The first appearance of lake ice follows by about one month the date at which the long-term average daily air temperature first falls below freezing. Ice appears first in smaller shallow lakes, often forming and melting several times in response to the diurnal variations in air temperature, and finally forms completely as air temperatures remain below the freezing point. Larger lakes freeze over somewhat later because of the longer time required to cool the water. In North America the Canadian-U.S. border roughly coincides with a first freeze-up date of December 1. North of the border freeze-up occurs earlier, as early as October 1 at Great Bear Lake in Canada's Northwest Territories. To the south the year-to-year patterns of freeze-up are ever more erratic until, at latitudes lower than about 45° N, freeze-up may not occur in some years.
In Europe the freeze-up pattern is similar with respect to air temperatures, but the latitudinal pattern shows more variation because much ofwestern Europe is affected by the warming influence of the Gulf Stream. In Central Asia the latitudinal variation is more regular, with first freeze-up occurring about mid-January at 45° N and about October 1 at 72° N. Exceptions to these patterns occur where there are variations in local climate and elevation.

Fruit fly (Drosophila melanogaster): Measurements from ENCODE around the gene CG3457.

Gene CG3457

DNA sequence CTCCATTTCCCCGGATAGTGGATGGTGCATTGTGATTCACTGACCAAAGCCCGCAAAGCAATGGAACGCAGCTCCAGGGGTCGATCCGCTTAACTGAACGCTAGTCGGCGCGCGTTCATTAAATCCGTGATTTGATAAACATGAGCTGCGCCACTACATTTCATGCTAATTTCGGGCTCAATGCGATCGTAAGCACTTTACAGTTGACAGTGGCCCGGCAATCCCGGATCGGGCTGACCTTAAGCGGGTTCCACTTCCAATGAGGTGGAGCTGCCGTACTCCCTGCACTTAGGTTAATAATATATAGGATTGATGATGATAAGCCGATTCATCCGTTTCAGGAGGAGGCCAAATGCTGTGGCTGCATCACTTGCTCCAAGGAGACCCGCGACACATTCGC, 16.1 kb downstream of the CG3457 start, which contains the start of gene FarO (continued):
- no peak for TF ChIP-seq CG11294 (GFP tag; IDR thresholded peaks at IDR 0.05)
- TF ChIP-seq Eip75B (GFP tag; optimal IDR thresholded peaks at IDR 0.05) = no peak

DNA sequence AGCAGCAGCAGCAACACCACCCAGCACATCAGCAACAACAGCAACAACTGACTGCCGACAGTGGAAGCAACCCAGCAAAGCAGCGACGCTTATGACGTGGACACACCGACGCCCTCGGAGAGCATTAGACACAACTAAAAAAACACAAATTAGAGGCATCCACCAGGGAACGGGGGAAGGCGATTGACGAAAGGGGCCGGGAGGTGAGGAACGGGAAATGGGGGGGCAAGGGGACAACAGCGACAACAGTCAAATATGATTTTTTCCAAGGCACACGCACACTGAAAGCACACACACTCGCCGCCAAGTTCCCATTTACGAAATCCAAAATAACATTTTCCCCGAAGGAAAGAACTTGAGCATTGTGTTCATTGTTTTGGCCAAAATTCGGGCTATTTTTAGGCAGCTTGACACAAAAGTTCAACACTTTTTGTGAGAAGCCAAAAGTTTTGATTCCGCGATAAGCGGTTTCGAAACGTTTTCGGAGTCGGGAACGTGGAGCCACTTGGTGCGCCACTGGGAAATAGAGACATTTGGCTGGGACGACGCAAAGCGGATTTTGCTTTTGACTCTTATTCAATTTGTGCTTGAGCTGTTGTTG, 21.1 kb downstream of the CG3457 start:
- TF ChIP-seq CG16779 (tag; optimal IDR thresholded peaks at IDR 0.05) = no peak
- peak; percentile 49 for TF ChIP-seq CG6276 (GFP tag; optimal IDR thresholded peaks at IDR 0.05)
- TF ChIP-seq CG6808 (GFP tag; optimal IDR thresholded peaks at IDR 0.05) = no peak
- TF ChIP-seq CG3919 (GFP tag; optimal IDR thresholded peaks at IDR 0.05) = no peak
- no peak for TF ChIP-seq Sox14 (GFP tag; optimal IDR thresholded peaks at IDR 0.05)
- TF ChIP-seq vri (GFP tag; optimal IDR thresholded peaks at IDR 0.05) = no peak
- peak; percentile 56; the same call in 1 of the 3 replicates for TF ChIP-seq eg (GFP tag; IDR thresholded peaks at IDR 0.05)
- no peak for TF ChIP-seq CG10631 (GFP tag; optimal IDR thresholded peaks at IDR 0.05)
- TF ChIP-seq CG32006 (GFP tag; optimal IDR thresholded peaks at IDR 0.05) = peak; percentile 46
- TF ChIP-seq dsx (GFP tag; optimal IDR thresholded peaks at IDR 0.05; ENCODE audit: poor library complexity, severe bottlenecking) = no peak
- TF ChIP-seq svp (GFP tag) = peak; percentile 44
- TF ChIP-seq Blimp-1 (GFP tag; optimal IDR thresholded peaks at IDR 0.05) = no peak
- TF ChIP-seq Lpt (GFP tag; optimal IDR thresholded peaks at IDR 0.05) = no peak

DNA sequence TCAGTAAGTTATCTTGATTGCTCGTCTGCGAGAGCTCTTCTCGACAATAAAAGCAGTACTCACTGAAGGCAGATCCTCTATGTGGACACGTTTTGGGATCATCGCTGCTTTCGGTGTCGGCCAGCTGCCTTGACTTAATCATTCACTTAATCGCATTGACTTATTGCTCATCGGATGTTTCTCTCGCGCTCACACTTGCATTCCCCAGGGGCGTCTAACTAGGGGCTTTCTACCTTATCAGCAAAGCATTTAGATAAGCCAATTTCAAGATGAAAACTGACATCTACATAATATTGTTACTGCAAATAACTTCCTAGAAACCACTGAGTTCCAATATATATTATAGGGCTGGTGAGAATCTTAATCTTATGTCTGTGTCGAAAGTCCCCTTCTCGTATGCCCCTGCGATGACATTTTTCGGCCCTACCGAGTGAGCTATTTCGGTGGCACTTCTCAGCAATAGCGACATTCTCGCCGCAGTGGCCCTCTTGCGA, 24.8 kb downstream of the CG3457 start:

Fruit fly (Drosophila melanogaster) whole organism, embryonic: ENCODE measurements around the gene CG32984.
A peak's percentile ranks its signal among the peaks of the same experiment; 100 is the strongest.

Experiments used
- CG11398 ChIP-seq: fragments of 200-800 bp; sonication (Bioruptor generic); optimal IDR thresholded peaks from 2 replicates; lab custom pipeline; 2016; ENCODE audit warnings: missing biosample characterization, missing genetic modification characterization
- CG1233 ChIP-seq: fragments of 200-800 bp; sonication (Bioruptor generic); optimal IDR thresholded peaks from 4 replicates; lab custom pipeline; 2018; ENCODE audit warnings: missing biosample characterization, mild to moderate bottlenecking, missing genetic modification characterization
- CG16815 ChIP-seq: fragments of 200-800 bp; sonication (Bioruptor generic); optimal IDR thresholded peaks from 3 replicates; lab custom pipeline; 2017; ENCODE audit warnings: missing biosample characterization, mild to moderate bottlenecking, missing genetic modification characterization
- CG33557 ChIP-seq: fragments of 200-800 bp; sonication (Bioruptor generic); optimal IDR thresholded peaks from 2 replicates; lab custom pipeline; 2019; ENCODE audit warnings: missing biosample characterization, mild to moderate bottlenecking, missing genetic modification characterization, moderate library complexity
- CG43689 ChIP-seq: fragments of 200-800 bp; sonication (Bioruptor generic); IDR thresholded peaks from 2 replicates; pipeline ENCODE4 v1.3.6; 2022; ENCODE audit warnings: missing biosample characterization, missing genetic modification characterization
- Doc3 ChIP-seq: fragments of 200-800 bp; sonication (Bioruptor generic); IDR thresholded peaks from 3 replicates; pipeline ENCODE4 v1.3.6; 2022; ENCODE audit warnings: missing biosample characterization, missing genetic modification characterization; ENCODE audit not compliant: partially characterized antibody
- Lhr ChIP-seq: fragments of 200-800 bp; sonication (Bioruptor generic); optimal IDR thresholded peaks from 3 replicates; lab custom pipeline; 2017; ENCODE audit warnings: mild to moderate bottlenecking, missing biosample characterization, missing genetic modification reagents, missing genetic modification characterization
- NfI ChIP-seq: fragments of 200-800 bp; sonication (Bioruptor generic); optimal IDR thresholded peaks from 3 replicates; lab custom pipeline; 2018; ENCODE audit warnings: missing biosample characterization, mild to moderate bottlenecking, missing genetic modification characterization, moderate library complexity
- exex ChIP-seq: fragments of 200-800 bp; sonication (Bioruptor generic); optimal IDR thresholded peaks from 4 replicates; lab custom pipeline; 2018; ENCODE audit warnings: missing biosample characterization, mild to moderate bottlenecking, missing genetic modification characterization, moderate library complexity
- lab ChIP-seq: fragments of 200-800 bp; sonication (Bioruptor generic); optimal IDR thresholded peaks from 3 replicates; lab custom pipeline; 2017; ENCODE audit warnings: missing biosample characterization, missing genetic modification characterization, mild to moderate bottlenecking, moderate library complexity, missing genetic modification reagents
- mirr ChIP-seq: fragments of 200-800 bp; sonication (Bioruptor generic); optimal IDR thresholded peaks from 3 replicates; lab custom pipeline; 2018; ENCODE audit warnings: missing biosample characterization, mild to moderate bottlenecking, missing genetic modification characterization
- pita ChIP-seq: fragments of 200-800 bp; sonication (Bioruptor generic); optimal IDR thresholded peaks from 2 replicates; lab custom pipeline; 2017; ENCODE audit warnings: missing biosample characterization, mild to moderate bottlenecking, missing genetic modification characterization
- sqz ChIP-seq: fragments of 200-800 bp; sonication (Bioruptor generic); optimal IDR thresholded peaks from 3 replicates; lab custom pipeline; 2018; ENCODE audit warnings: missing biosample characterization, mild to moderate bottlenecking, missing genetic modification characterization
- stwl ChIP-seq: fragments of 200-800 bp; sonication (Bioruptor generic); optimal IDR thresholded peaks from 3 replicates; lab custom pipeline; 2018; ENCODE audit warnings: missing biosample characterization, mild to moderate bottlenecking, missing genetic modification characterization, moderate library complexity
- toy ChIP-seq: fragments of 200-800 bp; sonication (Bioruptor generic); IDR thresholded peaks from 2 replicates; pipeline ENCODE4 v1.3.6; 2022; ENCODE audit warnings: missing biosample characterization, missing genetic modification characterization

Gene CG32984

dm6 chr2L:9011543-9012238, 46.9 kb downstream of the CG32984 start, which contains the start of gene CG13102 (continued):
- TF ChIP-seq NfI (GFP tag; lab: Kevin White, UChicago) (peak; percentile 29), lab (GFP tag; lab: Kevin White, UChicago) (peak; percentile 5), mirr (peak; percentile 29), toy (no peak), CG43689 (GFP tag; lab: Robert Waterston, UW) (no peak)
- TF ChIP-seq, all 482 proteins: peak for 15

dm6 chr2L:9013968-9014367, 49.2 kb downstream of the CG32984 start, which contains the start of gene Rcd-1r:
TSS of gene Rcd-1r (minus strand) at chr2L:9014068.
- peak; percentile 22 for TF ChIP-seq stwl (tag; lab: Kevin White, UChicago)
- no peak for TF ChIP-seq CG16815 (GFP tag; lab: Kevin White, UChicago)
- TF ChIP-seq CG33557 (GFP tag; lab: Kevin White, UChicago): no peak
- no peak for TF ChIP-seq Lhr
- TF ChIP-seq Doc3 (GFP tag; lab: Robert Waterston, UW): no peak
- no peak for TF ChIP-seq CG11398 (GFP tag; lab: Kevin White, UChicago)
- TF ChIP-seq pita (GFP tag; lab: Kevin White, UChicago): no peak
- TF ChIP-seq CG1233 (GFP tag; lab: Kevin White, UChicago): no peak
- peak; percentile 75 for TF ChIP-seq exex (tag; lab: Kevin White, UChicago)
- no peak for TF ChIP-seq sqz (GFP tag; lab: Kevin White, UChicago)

Because of the time required to melt ice that has thickened over the winter, the clearing of lake ice occurs some time after average daily air temperatures rise above freezing. Typically the lag is on the order of one month at latitude 50° N and about six weeks at 70° N. This pattern results in average clearing dates in mid-April at the U.S.Canadian border and in June and July in the northern reaches of Canada.
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